• introduction of two-tier system of education,
• creation of a credit system similar to the European Credit Transfer System as a means of raising mobility of students, teachers, researchers and administrative staff of universities,
• adoption of the common framework approach to qualification of the Bachelor and Master levels, provision of "comparability" of diplomas, separate courses, credits,
• creation of an integral system of education quality assurance and organization of information support and exchange,
• increase of mobility of students, teachers and researchers,
• development of cooperation in quality assurance with a view to develop comparable criteria and methodologies.
But there is not much academic mobility in Russia: Although some of the best students from every region do apply every year to the top schools in Moscow and Saint Petersburg, local universities continue to enjoy captive markets in their home regions.
It is necessary to educate students to be devoted to high ideals, patriotism, and to cherish the scientific and social achievements of their great compatriots. During the hard period in which Russians are now living, this would be a definite contribution to the creation of the character of future intellectuals.
Modern society must realize the value of human relations. To review and reconstruct Russian society, without taking humanistic values into consideration, is certainly impossible. Student must first of all be made humanitarian, and only then will the method of approaching problems systematically be mastered. It involves particular psychological processes, such as imaginative ways of thinking and intuition, which include not only thorough professional knowledge but also a developed sense of fantasy, a rich imagination and associative-thinking capacities. It is obvious that a technologist needs general culture, but it is difficult to touch a student's heart with this simple truth. The humanization of education consists, not only of including humanitarian disciplines in the curriculum, but also of humanizing every type of education.
The perfecting of a human being is achieved through culture and education. Unfortunately in Russia, education existed for a long time divorced from moral values. The current deficit in terms of culture, the graduates' intellectual level, is the most urgent problem. The concept of the humanization of higher education is being disseminated through the chairs of humanitarian knowledge. Humanitarian education presupposes the extension of individual and independent work by students. Clearly it would be desirable to have a concept of engineering humanitarian education for technologists developed by UNESCO.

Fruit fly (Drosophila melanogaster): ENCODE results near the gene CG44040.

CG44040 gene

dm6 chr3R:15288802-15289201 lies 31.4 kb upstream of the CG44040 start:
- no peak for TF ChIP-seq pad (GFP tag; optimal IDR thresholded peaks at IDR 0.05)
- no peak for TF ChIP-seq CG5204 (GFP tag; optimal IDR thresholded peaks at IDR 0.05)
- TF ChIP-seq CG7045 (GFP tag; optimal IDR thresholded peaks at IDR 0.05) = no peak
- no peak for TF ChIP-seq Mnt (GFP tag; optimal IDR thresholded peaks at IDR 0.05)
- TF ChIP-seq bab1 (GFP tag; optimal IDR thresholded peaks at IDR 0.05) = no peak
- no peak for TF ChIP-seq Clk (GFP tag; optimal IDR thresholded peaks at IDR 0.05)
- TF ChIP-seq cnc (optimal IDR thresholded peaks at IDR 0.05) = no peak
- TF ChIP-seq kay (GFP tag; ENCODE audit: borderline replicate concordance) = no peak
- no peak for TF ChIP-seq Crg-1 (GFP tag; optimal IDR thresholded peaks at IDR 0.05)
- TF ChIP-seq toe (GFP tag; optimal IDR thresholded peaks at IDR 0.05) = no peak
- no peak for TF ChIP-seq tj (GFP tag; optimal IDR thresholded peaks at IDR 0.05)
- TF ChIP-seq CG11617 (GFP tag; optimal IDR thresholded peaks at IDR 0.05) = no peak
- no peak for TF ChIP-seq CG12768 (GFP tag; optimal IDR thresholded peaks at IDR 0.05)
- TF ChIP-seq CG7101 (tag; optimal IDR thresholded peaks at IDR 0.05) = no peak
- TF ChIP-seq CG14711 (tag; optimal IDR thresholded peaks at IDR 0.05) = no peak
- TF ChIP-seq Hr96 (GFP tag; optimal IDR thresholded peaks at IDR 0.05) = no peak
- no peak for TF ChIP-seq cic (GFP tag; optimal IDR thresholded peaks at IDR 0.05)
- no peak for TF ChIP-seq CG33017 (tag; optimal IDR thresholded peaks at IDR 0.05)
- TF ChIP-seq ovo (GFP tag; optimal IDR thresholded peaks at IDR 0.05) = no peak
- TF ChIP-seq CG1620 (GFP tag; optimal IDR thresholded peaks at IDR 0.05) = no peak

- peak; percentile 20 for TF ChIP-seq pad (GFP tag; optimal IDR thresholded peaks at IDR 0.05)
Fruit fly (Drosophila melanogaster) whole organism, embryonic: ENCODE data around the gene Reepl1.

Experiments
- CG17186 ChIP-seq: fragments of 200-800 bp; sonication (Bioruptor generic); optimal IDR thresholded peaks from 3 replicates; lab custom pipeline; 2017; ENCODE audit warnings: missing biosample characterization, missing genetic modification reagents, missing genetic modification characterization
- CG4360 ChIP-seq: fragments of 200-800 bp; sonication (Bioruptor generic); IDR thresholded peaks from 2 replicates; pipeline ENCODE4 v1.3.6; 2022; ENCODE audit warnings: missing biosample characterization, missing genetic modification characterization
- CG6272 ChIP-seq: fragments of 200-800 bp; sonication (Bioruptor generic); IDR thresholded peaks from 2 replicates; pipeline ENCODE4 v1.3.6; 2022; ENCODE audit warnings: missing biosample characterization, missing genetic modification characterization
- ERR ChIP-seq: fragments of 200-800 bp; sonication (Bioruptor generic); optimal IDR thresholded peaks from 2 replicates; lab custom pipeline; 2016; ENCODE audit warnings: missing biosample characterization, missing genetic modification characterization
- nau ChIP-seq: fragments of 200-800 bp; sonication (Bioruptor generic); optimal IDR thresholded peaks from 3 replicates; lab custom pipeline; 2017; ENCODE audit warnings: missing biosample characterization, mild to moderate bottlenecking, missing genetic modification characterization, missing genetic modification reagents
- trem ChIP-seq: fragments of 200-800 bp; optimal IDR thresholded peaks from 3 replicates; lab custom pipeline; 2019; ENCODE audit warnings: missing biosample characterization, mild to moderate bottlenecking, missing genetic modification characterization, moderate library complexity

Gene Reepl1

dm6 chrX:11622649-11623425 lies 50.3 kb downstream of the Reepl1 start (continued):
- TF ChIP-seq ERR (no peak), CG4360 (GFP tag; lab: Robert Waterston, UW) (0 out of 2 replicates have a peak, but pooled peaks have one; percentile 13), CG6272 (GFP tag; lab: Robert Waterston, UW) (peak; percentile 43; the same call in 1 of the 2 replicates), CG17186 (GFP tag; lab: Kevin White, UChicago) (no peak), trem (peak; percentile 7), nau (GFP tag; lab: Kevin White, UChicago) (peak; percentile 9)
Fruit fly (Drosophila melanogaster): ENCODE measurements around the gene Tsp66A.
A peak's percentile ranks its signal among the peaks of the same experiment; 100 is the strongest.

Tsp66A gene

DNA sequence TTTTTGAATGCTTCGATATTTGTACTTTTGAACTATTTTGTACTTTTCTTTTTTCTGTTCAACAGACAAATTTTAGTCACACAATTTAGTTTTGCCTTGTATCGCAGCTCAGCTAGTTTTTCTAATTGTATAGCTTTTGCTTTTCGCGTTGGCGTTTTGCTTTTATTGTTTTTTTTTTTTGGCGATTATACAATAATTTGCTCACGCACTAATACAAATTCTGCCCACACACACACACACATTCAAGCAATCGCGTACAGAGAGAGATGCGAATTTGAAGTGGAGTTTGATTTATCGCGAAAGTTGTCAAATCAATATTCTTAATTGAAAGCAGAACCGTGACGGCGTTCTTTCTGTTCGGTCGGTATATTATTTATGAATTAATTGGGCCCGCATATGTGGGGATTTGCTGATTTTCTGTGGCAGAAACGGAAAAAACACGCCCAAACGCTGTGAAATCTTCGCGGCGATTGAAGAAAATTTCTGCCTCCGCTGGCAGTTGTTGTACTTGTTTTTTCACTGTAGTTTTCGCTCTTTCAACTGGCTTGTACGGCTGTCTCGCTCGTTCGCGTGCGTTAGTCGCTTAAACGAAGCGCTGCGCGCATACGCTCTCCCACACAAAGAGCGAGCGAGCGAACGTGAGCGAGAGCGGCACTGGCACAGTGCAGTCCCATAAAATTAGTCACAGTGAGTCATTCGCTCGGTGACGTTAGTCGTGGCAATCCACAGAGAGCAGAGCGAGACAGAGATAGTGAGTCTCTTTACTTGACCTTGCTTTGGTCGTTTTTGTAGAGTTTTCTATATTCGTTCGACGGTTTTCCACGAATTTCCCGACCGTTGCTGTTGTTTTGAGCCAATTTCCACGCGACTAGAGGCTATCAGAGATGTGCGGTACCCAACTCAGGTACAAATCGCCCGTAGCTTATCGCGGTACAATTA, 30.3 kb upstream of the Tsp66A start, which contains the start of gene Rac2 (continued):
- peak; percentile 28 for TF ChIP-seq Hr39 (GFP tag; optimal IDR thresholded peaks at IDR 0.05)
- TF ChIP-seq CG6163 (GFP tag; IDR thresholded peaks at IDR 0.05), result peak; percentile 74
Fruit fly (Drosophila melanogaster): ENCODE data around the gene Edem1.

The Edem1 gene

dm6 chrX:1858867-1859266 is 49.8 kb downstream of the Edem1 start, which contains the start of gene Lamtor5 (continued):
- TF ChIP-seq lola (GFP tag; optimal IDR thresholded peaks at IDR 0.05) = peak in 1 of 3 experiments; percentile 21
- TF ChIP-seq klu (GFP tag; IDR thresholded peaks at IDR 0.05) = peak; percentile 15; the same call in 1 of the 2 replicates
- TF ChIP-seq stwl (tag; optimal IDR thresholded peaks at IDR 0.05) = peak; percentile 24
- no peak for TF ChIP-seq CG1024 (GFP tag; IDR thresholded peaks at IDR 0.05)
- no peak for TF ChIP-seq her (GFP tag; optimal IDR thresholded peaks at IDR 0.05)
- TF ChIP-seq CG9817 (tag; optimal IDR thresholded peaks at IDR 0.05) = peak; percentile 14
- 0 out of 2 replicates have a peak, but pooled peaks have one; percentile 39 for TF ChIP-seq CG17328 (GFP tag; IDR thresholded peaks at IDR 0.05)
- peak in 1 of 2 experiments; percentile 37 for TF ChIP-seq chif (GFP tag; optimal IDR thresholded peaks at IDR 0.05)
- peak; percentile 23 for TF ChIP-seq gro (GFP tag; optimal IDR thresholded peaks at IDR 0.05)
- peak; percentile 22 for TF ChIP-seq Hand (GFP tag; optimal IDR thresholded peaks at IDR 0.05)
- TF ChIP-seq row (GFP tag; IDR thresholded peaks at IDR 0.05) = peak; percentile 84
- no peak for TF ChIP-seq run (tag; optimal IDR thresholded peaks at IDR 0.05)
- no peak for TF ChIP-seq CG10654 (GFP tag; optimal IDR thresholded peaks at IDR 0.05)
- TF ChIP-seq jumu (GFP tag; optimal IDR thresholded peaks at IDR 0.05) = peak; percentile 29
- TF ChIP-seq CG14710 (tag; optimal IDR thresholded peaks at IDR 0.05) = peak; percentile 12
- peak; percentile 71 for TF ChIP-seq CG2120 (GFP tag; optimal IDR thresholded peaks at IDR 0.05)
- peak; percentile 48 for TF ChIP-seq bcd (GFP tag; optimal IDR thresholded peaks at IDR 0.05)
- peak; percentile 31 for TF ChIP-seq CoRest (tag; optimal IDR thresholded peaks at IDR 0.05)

A famous Russian writer and humanist, Dostoyevsky, said that "when education begins with technology, no Aristotles will appear. But when education begins with an Aristotle, great discoveries are made and expansion of thought emerges."
Most students are able to solve technical tasks but there are not enough specialists who are able to analyze the results of their experiments or foresee the results and the consequences of their activities.
A modern engineer has to learn to adapt to the common culture. Students need to learn to cultivate their receptivity to the different processes and forms of culture, because culture can, actually, nourish the individual personality. As we meditate on the way to perfect the "human being," we must realize that the only means is through culture and education. Unfortunately, education has existed for a long time with clear deficiencies in spiritual culture. This cultural and intellectual deficiency among university graduates is one of the major problems we face today.
Adding humanitarian principles to technical education is a very complicated problem. First of all, it is necessary to revise the traditional opinion about humanitarian education. We are under a delusion that humanitarian education is the responsibility of the humanities, only. The humanitarian component must be included in all branches of education. It needs the closest co-ordination and interdependence between humanitarian and technical education and the correlation between the courses in the humanities and the courses in the sciences.
Andrei Sakharov, one of the creators of Russian nuclear technology, never forgot the moral responsibility of the scientist and was vigorously opposed to nuclear weapons.
"If my subject is chemistry," says Nechaev, a Russian chemist, "I must look into its human aspect, because typical problems of ecology and human health are connected with chemical developments which are not human-oriented."
Berdyaev, Russian philosopher of the first half of XX century, believed that "creative work is the highest mission of a person."
A Russian philosopher at the beginning of the XX century, Florensky, said that "culture is necessary to nurture and foster the personality."
Culture is a life-enhancing environment. The student must be introduced to different kinds of cultural layers, to be able to cultivate in himself or herself, a sensitivity to different processes and forms of culture, including at the international level.
The development of creative thinking must become the fundamental purpose of education. The forming of such creative thinking is the sphere where the humanities can carry a valuable contribution. It is possible to develop creative thinking if you have the following goals for humanitarian education:
an understanding of society's nature and human culture, as well as of the position of personality in the human relationship system
the ability to apprehend the different aspects of culture in its unity, to understand the importance, complementarity and interaction of different cultures
the ability to see the human aspect of science, technology and production
mastering the bases of scientific analysis of social systems including conceptual and technological ones
It is essential to think not only of the students graduating today but also of those who will work in the next century. In the present world, it is essential to realize the role played by universities, regarding humanistic ideas, since universities are charged with the responsibility of preparing graduates suitable for the 21st century.